Thought for the day
In the words of John’s Gospel, John the Baptist came as a witness, to speak for the light, the true light who was coming into the world. In this season of Advent, the Baptist points us towards the coming one and he invites us to reflect on our need of the light of Jesus in the darkness of our lives. Darkness means many things: a sense of being lost, a lack of direction, helplessness, sin or indeed lack of faith. This Christmas, may the God who said “Let light shine out of darkness,” shine in our hearts to give the light of the knowledge of the glory of God in the face of Jesus Christ (2 Corinthians 4:6).
We come before you in the darkness of our lives, aware of our need of Christ, the light of the world. Let us receive him in faith so that we may become witnesses to that light which has truly come into the world. Through Christ our Lord. Amen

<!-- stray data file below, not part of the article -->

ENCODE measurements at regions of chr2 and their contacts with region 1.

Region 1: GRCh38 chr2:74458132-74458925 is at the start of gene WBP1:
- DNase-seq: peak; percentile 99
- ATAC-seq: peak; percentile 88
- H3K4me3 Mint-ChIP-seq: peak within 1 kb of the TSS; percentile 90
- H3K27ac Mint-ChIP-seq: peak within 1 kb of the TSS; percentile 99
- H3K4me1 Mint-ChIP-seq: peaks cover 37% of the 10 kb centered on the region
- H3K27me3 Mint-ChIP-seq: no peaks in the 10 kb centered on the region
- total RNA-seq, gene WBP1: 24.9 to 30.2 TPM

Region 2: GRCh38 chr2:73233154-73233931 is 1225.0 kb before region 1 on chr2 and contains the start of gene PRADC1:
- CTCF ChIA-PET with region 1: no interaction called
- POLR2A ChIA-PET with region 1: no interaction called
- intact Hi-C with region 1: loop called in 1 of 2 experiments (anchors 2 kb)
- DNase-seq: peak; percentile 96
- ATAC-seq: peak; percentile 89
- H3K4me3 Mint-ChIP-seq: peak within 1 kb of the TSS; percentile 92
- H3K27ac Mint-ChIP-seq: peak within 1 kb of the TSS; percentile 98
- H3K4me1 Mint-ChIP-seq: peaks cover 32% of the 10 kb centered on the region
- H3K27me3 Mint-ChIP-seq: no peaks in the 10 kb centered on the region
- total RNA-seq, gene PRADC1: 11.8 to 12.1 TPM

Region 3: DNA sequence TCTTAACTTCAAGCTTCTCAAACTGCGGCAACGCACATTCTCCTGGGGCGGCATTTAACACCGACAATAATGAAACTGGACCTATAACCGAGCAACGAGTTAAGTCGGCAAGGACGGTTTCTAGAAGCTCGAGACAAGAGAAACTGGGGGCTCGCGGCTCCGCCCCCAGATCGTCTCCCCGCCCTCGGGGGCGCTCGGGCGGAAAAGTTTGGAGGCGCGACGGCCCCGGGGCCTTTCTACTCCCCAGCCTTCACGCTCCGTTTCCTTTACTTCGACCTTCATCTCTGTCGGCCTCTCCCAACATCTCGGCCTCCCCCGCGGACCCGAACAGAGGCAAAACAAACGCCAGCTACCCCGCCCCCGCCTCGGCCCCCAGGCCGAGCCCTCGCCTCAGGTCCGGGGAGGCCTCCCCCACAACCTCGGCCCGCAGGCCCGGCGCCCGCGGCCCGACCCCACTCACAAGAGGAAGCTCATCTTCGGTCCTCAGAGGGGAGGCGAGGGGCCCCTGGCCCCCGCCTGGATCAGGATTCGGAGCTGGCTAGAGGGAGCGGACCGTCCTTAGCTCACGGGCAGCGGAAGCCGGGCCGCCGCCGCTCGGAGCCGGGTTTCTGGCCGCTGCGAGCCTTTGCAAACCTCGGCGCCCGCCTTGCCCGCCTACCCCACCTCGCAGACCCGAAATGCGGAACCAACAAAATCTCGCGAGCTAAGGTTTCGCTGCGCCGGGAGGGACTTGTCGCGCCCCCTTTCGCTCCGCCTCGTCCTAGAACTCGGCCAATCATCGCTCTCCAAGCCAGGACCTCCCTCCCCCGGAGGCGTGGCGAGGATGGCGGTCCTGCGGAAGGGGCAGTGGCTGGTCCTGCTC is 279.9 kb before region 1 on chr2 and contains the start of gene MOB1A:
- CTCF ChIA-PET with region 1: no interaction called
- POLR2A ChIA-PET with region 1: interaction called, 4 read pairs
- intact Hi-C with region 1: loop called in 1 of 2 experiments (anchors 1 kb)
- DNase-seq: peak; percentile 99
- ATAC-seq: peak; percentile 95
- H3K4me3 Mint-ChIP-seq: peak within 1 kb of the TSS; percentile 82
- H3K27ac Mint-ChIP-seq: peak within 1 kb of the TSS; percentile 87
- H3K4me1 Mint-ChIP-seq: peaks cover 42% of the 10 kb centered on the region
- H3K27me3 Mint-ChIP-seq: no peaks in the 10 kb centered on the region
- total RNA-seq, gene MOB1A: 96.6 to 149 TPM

John 1:6 A man came, sent from God, whose name was John. 7 He came as a witness to testify about the light, so that everyone might believe through him. 8 He himself was not the light, but he came to testify about the light.
John 1:19 Now this was John’s testimony when the Jewish leaders sent priests and Levites from Jerusalem to ask him, “Who are you?” 20 He confessed—he did not deny but confessed—“I am not the Christ!” 21 So they asked him, “Then who are you? Are you Elijah?” He said, “I am not!” “Are you the Prophet?” He answered, “No!” 22 Then they said to him, “Who are you? Tell us so that we can give an answer to those who sent us. What do you say about yourself?”